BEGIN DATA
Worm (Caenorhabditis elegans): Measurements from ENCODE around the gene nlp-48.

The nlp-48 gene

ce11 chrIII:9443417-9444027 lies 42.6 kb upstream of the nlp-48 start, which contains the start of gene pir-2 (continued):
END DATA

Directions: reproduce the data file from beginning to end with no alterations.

Worm (Caenorhabditis elegans): Measurements from ENCODE around the gene nlp-48.

The nlp-48 gene

ce11 chrIII:9443417-9444027 lies 42.6 kb upstream of the nlp-48 start, which contains the start of gene pir-2 (continued):